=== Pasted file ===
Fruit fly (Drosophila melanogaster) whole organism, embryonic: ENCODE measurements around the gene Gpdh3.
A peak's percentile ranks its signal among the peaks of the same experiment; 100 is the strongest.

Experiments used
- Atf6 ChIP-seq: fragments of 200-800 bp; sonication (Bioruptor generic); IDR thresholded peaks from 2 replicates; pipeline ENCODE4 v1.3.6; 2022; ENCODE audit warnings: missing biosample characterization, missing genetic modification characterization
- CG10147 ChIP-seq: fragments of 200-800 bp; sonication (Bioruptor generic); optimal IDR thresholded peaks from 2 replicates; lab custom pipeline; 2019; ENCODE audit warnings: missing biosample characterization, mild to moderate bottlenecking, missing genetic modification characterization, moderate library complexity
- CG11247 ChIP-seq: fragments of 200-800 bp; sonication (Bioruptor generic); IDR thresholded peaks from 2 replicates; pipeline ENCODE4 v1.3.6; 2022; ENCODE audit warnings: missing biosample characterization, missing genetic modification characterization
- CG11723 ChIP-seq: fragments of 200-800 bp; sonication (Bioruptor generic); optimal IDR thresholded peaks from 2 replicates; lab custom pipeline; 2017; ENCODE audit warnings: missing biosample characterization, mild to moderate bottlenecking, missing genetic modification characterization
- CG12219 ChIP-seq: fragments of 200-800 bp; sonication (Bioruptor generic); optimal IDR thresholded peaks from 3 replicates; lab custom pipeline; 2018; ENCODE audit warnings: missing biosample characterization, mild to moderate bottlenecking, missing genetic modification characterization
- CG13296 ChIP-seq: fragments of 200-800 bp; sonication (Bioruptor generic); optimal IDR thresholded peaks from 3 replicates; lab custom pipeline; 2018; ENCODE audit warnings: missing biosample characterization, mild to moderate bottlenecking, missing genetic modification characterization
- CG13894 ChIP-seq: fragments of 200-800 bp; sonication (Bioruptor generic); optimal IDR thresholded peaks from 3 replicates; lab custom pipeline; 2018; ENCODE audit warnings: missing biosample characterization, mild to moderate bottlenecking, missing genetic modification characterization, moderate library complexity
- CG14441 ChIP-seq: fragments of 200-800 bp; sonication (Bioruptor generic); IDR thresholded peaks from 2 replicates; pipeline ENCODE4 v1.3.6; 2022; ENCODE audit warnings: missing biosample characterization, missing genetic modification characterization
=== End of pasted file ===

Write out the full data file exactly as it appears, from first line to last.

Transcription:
Fruit fly (Drosophila melanogaster) whole organism, embryonic: ENCODE measurements around the gene Gpdh3.
A peak's percentile ranks its signal among the peaks of the same experiment; 100 is the strongest.

Experiments used
- Atf6 ChIP-seq: fragments of 200-800 bp; sonication (Bioruptor generic); IDR thresholded peaks from 2 replicates; pipeline ENCODE4 v1.3.6; 2022; ENCODE audit warnings: missing biosample characterization, missing genetic modification characterization
- CG10147 ChIP-seq: fragments of 200-800 bp; sonication (Bioruptor generic); optimal IDR thresholded peaks from 2 replicates; lab custom pipeline; 2019; ENCODE audit warnings: missing biosample characterization, mild to moderate bottlenecking, missing genetic modification characterization, moderate library complexity
- CG11247 ChIP-seq: fragments of 200-800 bp; sonication (Bioruptor generic); IDR thresholded peaks from 2 replicates; pipeline ENCODE4 v1.3.6; 2022; ENCODE audit warnings: missing biosample characterization, missing genetic modification characterization
- CG11723 ChIP-seq: fragments of 200-800 bp; sonication (Bioruptor generic); optimal IDR thresholded peaks from 2 replicates; lab custom pipeline; 2017; ENCODE audit warnings: missing biosample characterization, mild to moderate bottlenecking, missing genetic modification characterization
- CG12219 ChIP-seq: fragments of 200-800 bp; sonication (Bioruptor generic); optimal IDR thresholded peaks from 3 replicates; lab custom pipeline; 2018; ENCODE audit warnings: missing biosample characterization, mild to moderate bottlenecking, missing genetic modification characterization
- CG13296 ChIP-seq: fragments of 200-800 bp; sonication (Bioruptor generic); optimal IDR thresholded peaks from 3 replicates; lab custom pipeline; 2018; ENCODE audit warnings: missing biosample characterization, mild to moderate bottlenecking, missing genetic modification characterization
- CG13894 ChIP-seq: fragments of 200-800 bp; sonication (Bioruptor generic); optimal IDR thresholded peaks from 3 replicates; lab custom pipeline; 2018; ENCODE audit warnings: missing biosample characterization, mild to moderate bottlenecking, missing genetic modification characterization, moderate library complexity
- CG14441 ChIP-seq: fragments of 200-800 bp; sonication (Bioruptor generic); IDR thresholded peaks from 2 replicates; pipeline ENCODE4 v1.3.6; 2022; ENCODE audit warnings: missing biosample characterization, missing genetic modification characterization